A bridge loan is defined as a short-term real estate loan that gives the property owner time to complete some task - such as improving the property, finding a new tenant and/or selling the property. The typical commercial property bridge loan has a term of one to two years, although many commercial bridge loan lenders will grant the owner the option to extend his loan for six months to one year for a fee of between a half-point point to two points.
My own private money commercial mortgage company, Blackburne & Sons, makes bridge loans with a term of 15 years! There is, of course, no prepayment penalty.
Bridge loans are more expensive than permanent loans. In a market where a commercial property borrower might be able to obtain a 6% permanent loan, he might have to pay LIBOR plus 3.5% to 7% (6-month LIBOR is 2.61% as of 10/18/18), plus a point or two, for a bridge loan from a commercial real estate opportunity fund.
Most large bridge loans ($3 million or greater) are written on a floating rate basis, tied to one-month LIBOR or 6-month LIBOR. LIBOR stands for the London Inter-Bank Offer Rate, which is the rate that European banks lend funds to each other. It is similar to the U.S. federal funds rate.
Commercial property bridge loans are typically paid off when the owner places permanent financing on the property, after the improvements are completed and the new tenant(s) move into the property. Because of their short term nature, most bridge loans have no prepayment penalty.
Suppose Bob inherits an older, rundown office building from his father. Because the property has been allowed to deteriorate by his ailing father, the property is half-vacant and commands very low rents. If Bob tried to refinance the building today, he might only qualify for a $400,000 new loan based on today's cash flow.
Bob might therefore apply for a $700,000 new bridge loan to pay off the existing $250,000 first mortgage and to pay for $450,000 in improvements. After Bob has replaced the roof, repainted the building, retextured the walls, upgraded the electrical and HVAC systems, and recarpeted the property, he might be able to fill the entire building with new tenants paying twice as much in rent. When the new tenants move in, Bob might be able to refinance his bridge loan for $1,300,000, put $500,000 in cash in his pocket, and still have a $3,000 per month positive cash flow. This would be a great use for a bridge loan.
There are all kinds of bridge lenders. Many banks will make bridge loans if the borrower has excellent credit and a large financial statement. The problem with obtaining a bridge loan from a bank is that the bank is likely to be very slow, and any bridge loan from a bank has to be a very low risk deal.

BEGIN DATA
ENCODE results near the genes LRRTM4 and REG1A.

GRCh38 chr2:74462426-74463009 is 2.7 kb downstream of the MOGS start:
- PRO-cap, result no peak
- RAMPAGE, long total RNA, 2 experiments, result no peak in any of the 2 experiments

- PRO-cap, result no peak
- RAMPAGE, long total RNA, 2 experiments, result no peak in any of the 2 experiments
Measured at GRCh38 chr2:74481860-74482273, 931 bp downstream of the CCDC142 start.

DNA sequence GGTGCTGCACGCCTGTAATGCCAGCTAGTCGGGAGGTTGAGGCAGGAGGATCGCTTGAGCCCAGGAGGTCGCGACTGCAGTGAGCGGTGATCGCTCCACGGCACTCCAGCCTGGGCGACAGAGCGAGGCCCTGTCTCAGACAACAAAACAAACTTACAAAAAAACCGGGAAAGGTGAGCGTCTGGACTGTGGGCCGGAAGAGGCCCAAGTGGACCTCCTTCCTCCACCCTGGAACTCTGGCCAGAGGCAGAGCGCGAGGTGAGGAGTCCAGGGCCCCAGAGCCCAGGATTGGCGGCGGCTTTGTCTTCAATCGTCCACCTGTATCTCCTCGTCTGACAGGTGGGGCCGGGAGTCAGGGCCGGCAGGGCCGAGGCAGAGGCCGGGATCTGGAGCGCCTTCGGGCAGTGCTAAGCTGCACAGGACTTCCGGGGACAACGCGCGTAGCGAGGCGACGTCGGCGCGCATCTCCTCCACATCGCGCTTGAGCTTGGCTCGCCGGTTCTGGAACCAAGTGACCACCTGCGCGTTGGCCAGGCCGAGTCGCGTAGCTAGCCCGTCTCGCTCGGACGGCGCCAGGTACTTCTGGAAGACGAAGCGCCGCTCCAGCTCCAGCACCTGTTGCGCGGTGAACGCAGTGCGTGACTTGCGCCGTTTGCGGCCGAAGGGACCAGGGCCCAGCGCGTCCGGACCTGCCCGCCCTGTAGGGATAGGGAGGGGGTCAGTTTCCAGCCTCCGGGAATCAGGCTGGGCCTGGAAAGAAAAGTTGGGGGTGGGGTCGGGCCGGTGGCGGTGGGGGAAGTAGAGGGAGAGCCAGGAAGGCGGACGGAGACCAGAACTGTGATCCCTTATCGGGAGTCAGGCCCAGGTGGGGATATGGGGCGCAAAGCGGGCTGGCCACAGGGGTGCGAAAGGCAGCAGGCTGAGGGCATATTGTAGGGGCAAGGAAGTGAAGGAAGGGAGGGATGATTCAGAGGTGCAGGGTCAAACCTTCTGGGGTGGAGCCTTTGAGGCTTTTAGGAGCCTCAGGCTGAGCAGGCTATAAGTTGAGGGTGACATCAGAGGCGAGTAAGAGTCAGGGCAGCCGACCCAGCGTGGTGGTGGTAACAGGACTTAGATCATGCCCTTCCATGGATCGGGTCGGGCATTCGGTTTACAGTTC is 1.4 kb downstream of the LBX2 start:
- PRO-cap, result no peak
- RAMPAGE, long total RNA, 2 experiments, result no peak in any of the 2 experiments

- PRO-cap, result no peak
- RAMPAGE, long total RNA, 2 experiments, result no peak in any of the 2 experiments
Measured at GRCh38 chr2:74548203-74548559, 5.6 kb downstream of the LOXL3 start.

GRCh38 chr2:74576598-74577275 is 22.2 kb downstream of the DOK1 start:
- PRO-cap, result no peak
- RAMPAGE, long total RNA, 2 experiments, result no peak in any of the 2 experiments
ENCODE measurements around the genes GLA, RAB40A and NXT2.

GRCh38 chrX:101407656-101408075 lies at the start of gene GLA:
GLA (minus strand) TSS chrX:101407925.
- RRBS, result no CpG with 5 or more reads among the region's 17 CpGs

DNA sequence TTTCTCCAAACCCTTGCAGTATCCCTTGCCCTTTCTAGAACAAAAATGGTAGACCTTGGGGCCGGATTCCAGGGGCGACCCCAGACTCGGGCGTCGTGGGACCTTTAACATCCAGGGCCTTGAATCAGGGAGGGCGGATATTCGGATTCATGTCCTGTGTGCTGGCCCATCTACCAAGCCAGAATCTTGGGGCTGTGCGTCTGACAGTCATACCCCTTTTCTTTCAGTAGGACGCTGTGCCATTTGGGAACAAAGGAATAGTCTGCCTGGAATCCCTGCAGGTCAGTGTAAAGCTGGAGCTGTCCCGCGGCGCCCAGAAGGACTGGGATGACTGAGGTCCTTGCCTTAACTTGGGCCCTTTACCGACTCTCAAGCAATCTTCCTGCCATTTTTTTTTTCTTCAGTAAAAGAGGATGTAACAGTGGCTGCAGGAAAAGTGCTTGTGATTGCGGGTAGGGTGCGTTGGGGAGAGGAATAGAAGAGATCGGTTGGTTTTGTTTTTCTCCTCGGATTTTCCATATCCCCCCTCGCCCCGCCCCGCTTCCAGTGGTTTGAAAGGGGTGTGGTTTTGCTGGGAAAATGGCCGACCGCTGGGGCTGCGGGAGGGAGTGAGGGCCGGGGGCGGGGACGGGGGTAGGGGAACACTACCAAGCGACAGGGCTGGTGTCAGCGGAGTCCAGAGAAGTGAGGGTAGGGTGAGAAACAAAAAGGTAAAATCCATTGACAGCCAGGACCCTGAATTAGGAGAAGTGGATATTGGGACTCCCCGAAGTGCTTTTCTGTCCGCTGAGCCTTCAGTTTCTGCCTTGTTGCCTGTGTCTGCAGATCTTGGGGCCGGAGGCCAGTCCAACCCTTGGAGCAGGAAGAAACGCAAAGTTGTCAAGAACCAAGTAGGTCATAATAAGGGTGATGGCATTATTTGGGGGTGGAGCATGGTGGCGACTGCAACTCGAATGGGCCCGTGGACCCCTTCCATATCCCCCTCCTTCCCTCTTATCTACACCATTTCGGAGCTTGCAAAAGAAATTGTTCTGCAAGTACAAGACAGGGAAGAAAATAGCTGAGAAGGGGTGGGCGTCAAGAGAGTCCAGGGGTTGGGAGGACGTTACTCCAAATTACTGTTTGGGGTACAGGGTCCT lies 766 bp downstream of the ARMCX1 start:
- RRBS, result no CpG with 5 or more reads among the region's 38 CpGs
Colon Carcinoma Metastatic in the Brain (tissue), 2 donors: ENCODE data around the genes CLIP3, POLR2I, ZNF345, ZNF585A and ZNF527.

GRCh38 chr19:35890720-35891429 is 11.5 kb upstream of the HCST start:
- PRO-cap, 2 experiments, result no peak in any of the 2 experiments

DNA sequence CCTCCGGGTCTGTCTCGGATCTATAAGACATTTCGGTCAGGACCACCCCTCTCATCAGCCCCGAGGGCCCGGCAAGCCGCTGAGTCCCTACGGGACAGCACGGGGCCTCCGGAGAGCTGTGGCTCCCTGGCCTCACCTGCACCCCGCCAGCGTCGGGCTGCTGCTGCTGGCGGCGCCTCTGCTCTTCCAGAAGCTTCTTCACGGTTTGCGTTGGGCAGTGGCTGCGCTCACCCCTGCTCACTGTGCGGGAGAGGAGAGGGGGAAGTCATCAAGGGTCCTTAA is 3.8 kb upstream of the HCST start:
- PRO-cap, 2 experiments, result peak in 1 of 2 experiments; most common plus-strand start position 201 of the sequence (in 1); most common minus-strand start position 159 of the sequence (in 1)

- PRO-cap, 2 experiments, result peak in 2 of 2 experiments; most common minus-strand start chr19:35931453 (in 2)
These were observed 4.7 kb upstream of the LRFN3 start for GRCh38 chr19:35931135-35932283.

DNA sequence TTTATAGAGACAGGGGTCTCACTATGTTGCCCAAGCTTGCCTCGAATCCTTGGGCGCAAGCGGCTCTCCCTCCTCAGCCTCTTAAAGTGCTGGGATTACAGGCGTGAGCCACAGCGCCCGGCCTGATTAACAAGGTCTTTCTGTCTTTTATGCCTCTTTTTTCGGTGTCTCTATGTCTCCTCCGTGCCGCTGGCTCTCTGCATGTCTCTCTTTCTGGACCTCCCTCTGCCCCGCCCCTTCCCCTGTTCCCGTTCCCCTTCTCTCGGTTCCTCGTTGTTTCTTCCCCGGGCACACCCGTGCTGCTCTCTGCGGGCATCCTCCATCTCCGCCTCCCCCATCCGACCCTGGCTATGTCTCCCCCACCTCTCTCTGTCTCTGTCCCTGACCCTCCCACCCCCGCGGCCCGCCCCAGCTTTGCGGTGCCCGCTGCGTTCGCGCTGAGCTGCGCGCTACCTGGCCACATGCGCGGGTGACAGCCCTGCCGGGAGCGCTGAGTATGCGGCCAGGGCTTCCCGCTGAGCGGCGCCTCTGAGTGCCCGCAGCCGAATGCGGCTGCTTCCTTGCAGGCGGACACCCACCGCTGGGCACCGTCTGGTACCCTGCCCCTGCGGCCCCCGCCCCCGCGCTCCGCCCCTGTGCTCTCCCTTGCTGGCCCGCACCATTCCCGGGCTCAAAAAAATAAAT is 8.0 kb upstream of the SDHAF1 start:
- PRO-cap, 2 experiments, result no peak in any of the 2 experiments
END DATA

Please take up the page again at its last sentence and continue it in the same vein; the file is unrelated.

A great many renovation and releasing projects are a bit more speculative and need to be made by opportunity funds specializing in bridge loans. An opportunity fund is defined as a special fund set up to make high-yield commercial real estate loans requiring special expertise and understanding. Opportunity funds make what we in the industry call "brainer deals", as opposed to no-brainer deals, which are deals that are so simple and straight-forward that even a child could understand them. The kinds of investors who invest in opportunity funds are pension plans, endowment trusts, wealthy private trusts and some REIT's.
If the borrower has less-than-average credit, a modest financial statement, and/or little commercial real estate experience, or if the deal is small (less than $2 million), the borrower may have to go to a hard money bridge lender. Hard money bridge lenders are lenders who make loans based primarily on the equity in the property.
Most hard money lenders are going to be very concerned about the exit strategy because they want to be paid off promptly in one or two years. An exit strategy is how the borrower plans to pay off his bridge lender. If you are the borrower or the broker, you must be prepared to provide a very convincing exit strategy to your bridge lender. This is a very important subject to most bridge lenders. An example of a good exit strategy is to fix up the building, lease it out, and then obtain permanent financing. A less welcome strategy is to simply list the the property and then pray like crazy that some buyer miraculously appears.
Blackburne & Sons is an example of a private money or hard money bridge lender. We are not worried about an exit stratgy because we happily make 15-year bridge loans. We would be quite content to have your deal remain on the books for the entire term.
If you're bankable, you can apply to 700 different banks, opportunity funds and other commercial property bridge loan lenders by completing this short commercial mortgage mini-app. Use of C-Loans application system is free. Please click here to apply.